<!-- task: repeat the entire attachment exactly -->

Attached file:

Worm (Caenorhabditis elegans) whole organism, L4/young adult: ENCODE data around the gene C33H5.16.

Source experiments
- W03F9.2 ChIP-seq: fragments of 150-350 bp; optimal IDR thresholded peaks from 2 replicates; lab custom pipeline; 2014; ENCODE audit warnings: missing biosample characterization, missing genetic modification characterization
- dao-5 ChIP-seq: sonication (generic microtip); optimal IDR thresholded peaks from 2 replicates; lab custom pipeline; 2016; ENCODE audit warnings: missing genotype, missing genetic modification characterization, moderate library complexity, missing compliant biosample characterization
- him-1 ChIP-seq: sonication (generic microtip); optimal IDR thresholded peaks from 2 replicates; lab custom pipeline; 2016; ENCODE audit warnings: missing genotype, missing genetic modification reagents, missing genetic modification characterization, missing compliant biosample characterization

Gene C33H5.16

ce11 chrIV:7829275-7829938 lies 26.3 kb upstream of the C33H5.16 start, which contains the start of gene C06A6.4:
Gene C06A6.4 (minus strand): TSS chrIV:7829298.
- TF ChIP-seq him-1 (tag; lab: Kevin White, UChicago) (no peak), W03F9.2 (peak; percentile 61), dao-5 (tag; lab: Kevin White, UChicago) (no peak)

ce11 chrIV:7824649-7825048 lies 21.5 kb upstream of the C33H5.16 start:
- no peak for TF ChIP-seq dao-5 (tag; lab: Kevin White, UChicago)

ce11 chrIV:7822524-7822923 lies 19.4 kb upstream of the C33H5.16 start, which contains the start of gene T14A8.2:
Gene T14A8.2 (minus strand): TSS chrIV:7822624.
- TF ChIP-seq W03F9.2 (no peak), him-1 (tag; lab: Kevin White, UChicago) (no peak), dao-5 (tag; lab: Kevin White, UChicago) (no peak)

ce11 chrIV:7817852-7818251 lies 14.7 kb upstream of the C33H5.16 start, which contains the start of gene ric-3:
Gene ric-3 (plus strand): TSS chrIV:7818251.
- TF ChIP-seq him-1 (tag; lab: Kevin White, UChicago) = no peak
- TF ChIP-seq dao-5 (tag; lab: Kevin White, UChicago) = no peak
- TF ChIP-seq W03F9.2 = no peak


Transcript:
Worm (Caenorhabditis elegans) whole organism, L4/young adult: ENCODE data around the gene C33H5.16.

Source experiments
- W03F9.2 ChIP-seq: fragments of 150-350 bp; optimal IDR thresholded peaks from 2 replicates; lab custom pipeline; 2014; ENCODE audit warnings: missing biosample characterization, missing genetic modification characterization
- dao-5 ChIP-seq: sonication (generic microtip); optimal IDR thresholded peaks from 2 replicates; lab custom pipeline; 2016; ENCODE audit warnings: missing genotype, missing genetic modification characterization, moderate library complexity, missing compliant biosample characterization
- him-1 ChIP-seq: sonication (generic microtip); optimal IDR thresholded peaks from 2 replicates; lab custom pipeline; 2016; ENCODE audit warnings: missing genotype, missing genetic modification reagents, missing genetic modification characterization, missing compliant biosample characterization

Gene C33H5.16

ce11 chrIV:7829275-7829938 lies 26.3 kb upstream of the C33H5.16 start, which contains the start of gene C06A6.4:
Gene C06A6.4 (minus strand): TSS chrIV:7829298.
- TF ChIP-seq him-1 (tag; lab: Kevin White, UChicago) (no peak), W03F9.2 (peak; percentile 61), dao-5 (tag; lab: Kevin White, UChicago) (no peak)

ce11 chrIV:7824649-7825048 lies 21.5 kb upstream of the C33H5.16 start:
- no peak for TF ChIP-seq dao-5 (tag; lab: Kevin White, UChicago)

ce11 chrIV:7822524-7822923 lies 19.4 kb upstream of the C33H5.16 start, which contains the start of gene T14A8.2:
Gene T14A8.2 (minus strand): TSS chrIV:7822624.
- TF ChIP-seq W03F9.2 (no peak), him-1 (tag; lab: Kevin White, UChicago) (no peak), dao-5 (tag; lab: Kevin White, UChicago) (no peak)

ce11 chrIV:7817852-7818251 lies 14.7 kb upstream of the C33H5.16 start, which contains the start of gene ric-3:
Gene ric-3 (plus strand): TSS chrIV:7818251.
- TF ChIP-seq him-1 (tag; lab: Kevin White, UChicago) = no peak
- TF ChIP-seq dao-5 (tag; lab: Kevin White, UChicago) = no peak
- TF ChIP-seq W03F9.2 = no peak